What makes a movie a work of art? How can film be interpreted? To give one answer to these questions I’ll take a look on Stanley Cavell’s The World Viewed.
In his opening chapter to The World Viewed, “An Autobiography of Companions” (pp. 3-15), Stanley Cavell interconnects the questions “What is art?” and “What is the importance of art?” He discovers that only movies are generally important, while music, paintings, sculpture, poetry and novels are not. In describing the conditions under which movies are made, he prepares the answers for the question “What is film?”
To give a general and formal answer, movies are so important because of what they are as art. For example, the individuality of the movie star is a symbol for democracy and the narrative mode of films provide the myth of democracy.
The importance of movies
Stanley Cavell admits that he learned a lesson by reading Leo Tolstoy’s What Is Art? There Tolstoy asks, as the title says, what art is. Cavell marks, that Tolstoy’s answer leads to him rejecting the majority of the great works of art from the past.
However, Cavell recognised that Tolstoy wasn’t searching for a description of the nature of art, rather he asked for the importance of art. And the importance of art is a redemptive one. So the reason why he dismissed so many works is that they were only important for the rich, while for the poor art had no importance. That’s the point where Cavell realised that the questions “What is art?” and “What is the importance of art?” are interconnected.
Hence, with regard to film Stanley Cavell asks the question, why films are important. That movies are important, according to Cavell, is a matter of fact.
Rather, they are more important than all the other arts. Music, painting, sculpture, poetry, they all are only important to a small group of people. (I.e., music refuses tonality, sculpture doesn’t allow a material to be sculpted, painting refuses not merely the presence of humanity in its content but evidence of the human hand in its making.) By contrast films are generally important; illiterates as well as intellectuals, they all have a relation to movies.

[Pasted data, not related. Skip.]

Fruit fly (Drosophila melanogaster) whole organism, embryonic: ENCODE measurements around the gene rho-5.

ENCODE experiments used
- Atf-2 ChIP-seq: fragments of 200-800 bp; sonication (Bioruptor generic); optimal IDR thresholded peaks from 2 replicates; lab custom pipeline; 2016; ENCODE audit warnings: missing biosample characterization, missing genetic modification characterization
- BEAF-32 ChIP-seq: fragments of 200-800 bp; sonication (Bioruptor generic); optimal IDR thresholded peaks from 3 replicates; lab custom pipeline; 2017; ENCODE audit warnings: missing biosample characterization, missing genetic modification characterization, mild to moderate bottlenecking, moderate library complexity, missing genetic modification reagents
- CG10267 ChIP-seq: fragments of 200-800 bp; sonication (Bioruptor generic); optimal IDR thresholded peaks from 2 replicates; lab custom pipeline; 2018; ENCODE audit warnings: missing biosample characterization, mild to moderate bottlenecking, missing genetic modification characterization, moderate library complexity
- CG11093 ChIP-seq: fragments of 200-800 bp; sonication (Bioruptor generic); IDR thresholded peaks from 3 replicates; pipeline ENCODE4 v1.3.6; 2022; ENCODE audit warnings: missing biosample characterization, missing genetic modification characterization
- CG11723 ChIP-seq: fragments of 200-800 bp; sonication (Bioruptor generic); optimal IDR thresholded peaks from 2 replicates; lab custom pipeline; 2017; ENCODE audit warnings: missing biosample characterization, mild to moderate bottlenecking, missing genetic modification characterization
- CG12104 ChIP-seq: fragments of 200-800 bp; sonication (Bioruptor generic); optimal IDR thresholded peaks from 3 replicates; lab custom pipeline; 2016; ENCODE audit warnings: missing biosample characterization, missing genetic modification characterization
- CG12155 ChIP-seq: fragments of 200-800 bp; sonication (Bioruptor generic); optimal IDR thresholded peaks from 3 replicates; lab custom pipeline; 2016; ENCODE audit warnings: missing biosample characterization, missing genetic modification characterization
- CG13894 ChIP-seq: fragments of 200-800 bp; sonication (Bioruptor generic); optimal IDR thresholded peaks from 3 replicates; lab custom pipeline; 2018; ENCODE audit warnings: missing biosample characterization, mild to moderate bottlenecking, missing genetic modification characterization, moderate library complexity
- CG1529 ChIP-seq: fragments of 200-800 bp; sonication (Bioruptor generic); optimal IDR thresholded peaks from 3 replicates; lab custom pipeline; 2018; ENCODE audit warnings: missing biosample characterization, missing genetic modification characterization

Associated with this is the fact that films’ audience is continuously attracted by common movies as well as by the best movies. (Indeed a fact Cavell began to doubt as he wrote The World Viewed in 1971. But maybe it’s still true? Take for instance Stanley Kubrick, Krysztof Kieślowski’s Colours-Trilogy, and Jean-Luc Godard in comparison to the fame of and hype in Chuck Norris, »Troll 2«,and Ed Wood. Borderline cases may be, i.e., the films by Andrey Tarkovsky, Alain Resnais or Béla Tarr, but definitely not generally accessible are the films, i.e., by the avant-gardists Stan Brakhage or Bill Morrison, which is possibly not the case with the early avant-gardist Maya Deren.) That’s different with, for instance, music and novels. Someone who admires, say, Giacinto Scelsi won’t listen to Lady Gaga – and vice versa. And someone who reads high literature won’t read dime novels – and vice versa. That leads to an indiscrimination about choosing films to think and talk about.
This randomness, yet to be justified, counters at least two approaches offering a scheme to choose those films which stand for film as such.